But for those of you civilians who are still stuck on that one damn song, here is a list of alternative tunes that show how powerfully Green could (and still can) kick it. Ladies and gentlemen, ten other reasons why Al Green should never be known as the "Let's Stay Together" guy:

1. "Call Me (Come Back Home)" (1973). "Let's Stay Together" may have given Green his first No. 1 smash, but it was "Call Me" that earned his first Grammy nomination for Best Male R&B Vocal Performance, and deservedly so. The minute the song begins, what with Green and his angelic background singers fervently invoking the song title while the excellent Memphis Strings accompany them with piercing detail, you know you're about to be swept away. As Green says in the song: "It's all in a day's work."

2. "Love and Happiness" (1972). Comedian Cedric the Entertainer once did a hilarious bit on why this particular song is so brilliant — because it told a story and answered your questions at the same time: " 'Something's going wrong,' Al sings."

What's wrong, Al?

" 'Someone's on the phone.' "

What time is it?

" 'Three o'clock in the morning, yeah.' "

And to think, the song, written by Green and Mabon "Teenie" Hodges, was almost (gasp!) never recorded.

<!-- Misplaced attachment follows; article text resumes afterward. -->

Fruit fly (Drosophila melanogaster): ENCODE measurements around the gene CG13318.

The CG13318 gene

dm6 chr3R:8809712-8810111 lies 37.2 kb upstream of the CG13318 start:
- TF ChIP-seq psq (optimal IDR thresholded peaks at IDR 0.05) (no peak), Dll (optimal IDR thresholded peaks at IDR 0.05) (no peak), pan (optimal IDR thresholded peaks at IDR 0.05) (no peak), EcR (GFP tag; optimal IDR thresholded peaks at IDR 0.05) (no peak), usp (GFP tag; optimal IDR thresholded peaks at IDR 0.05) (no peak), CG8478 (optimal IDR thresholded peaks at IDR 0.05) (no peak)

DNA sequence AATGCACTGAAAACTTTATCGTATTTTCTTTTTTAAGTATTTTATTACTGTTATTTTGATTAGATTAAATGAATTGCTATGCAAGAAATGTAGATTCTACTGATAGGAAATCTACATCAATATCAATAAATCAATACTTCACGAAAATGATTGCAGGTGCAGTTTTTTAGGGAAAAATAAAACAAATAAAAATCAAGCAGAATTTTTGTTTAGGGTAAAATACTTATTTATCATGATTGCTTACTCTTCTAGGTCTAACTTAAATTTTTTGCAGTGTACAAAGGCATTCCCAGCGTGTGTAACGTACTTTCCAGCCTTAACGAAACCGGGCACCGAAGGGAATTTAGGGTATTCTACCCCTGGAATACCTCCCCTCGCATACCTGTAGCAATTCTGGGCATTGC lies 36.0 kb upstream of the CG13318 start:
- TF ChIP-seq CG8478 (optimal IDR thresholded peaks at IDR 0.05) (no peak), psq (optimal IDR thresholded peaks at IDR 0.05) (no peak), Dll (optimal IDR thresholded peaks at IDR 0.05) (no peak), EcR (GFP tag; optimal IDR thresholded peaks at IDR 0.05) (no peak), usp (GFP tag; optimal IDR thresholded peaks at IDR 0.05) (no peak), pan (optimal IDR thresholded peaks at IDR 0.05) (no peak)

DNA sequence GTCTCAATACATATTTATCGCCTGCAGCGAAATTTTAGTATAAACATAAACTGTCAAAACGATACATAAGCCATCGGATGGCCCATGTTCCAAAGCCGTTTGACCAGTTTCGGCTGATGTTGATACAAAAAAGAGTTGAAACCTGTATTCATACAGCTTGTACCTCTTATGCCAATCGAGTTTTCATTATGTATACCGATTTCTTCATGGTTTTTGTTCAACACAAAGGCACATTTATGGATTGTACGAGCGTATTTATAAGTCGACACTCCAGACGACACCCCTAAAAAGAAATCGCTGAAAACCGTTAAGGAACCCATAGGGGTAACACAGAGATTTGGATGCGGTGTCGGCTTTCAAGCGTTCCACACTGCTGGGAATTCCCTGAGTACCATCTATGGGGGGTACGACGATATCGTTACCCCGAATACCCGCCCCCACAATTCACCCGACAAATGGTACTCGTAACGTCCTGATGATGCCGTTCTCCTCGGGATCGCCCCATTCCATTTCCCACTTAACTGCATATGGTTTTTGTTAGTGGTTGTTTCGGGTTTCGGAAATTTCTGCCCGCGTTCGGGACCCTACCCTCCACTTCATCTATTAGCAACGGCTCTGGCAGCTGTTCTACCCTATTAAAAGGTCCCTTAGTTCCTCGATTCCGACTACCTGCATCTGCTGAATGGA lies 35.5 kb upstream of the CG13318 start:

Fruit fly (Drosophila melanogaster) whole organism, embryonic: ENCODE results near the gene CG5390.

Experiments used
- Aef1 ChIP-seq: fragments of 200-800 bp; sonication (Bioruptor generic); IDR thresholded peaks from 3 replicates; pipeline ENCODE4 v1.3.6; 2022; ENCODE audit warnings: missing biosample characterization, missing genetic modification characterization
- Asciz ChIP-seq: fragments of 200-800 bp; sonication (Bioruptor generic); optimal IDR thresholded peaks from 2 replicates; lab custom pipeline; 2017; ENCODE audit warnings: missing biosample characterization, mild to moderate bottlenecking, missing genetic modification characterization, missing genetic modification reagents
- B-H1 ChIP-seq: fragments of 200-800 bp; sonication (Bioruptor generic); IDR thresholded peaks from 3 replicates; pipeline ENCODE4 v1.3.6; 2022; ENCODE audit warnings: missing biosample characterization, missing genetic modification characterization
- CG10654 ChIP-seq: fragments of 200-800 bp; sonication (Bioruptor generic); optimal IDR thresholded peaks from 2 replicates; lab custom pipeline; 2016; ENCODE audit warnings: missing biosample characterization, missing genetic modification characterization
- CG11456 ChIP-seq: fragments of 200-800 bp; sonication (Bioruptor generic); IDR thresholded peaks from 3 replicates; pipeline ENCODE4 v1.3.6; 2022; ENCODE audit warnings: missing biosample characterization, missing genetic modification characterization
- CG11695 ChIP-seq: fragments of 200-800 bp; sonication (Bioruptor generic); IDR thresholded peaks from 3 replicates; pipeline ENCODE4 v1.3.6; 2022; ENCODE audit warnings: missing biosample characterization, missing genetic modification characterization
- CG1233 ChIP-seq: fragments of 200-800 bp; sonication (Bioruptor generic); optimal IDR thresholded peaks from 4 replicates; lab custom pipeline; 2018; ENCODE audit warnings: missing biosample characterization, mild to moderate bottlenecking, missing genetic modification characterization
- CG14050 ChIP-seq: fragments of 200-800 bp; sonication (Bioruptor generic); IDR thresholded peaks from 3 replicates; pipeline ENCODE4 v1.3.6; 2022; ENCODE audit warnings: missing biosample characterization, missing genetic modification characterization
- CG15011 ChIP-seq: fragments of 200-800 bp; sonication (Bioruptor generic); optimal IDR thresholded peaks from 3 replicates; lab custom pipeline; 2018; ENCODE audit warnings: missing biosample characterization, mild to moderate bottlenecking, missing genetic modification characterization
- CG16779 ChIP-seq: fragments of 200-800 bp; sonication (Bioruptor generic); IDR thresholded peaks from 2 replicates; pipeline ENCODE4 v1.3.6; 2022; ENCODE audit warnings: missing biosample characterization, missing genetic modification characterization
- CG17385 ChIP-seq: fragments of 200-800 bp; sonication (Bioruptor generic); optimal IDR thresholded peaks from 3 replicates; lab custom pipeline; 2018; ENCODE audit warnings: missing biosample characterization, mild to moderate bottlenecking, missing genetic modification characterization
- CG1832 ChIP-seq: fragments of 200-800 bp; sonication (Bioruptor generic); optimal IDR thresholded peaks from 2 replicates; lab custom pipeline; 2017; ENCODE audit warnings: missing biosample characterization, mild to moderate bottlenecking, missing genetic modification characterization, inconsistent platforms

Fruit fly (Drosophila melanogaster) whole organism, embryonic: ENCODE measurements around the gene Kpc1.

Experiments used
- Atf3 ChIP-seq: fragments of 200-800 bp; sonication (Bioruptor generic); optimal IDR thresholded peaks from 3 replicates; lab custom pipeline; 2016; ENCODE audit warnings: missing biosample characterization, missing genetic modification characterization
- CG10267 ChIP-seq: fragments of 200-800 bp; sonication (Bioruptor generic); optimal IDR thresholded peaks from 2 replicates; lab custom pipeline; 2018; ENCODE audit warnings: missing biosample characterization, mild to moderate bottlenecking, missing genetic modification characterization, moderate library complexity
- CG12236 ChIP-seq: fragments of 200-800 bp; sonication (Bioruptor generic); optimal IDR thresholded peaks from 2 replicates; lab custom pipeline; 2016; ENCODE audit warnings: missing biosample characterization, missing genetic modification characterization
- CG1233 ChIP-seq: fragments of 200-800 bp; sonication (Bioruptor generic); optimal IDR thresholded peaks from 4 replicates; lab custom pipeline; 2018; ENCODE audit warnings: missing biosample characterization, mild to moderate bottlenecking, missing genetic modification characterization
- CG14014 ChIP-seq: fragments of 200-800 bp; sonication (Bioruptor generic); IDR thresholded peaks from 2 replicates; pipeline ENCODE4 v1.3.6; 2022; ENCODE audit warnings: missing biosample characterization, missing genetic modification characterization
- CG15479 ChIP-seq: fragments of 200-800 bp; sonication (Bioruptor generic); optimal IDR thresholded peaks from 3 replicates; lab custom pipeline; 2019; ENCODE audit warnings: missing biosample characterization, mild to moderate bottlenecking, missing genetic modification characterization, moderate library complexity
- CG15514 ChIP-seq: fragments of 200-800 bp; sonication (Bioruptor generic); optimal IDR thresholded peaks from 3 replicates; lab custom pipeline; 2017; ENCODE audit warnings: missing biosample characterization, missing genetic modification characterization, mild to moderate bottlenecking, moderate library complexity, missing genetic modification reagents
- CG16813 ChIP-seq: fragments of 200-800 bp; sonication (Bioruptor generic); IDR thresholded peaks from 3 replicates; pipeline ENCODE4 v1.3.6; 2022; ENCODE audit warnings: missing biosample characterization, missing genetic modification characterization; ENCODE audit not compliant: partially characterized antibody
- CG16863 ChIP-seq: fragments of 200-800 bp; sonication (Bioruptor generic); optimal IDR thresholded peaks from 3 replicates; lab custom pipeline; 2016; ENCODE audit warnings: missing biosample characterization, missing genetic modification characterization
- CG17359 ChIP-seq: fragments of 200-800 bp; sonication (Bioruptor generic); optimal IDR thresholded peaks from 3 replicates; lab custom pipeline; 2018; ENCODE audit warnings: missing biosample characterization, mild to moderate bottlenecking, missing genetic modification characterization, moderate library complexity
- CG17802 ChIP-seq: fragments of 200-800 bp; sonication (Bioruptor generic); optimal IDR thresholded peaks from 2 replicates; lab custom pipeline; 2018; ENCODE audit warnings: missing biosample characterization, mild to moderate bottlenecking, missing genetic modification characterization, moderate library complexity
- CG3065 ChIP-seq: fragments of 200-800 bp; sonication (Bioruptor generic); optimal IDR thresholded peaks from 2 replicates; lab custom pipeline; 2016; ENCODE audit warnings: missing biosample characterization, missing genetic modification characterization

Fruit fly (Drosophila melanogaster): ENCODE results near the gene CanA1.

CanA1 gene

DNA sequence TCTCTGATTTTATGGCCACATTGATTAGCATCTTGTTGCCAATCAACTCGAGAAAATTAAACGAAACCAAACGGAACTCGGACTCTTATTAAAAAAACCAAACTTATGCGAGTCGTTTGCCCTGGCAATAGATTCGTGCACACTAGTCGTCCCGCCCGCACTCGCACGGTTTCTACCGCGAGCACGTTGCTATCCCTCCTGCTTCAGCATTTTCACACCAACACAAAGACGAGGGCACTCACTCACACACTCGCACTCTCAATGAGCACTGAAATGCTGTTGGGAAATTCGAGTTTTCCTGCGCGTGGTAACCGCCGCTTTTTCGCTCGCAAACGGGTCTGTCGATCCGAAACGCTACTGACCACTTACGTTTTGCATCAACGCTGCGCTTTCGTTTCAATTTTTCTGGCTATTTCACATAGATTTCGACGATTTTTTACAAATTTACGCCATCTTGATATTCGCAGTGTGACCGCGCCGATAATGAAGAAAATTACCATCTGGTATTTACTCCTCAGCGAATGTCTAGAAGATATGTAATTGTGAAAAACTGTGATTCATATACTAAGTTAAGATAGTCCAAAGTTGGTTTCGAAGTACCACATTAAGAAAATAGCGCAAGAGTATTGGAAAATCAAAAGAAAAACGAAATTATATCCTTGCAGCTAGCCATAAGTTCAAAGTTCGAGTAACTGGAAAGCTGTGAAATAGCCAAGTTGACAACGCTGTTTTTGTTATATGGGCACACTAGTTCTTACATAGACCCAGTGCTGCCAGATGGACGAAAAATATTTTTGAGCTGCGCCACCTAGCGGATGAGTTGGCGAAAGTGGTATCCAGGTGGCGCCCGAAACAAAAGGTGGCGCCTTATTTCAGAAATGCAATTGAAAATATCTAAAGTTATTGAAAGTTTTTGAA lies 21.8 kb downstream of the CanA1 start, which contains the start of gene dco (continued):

3. "Tired of Being Alone" (1971). Before a thousand other performers were begging their phantom honeys to give 'em one more chance, Green was one of the first to set his declaration to a beat. The difference: The strolling rhythm and all-too-familiar lyrics ("I guess you know that I love you so / Even though you don't want me no more") make the song sound, well, superior.

4. "Here I Am (Come and Take Me)" (1973). In another collaboration between Green and Hodges, Green makes himself available to the girl of his dreams. Although this tune sounds like it's heavily influenced in Memphis blues, co-writer Hodges insists that the guitar and vocal rhythms came from Indian chants. Any way you look at it, it's got a nice beat, and you can dance to it.

5. "How Can You Mend a Broken Heart" (1971). On arguably the best of his well-known cover tunes, Green takes the Bee Gees' slow song and pulls enough heart-wrenching emotion out of it to make the manliest of men cry like little girls in mere seconds. This song is also getting a rejuvenation of sorts these days: Fans of Ally McBeal may have caught the Reverend himself singing this tune to the whiny waif on last season's finale.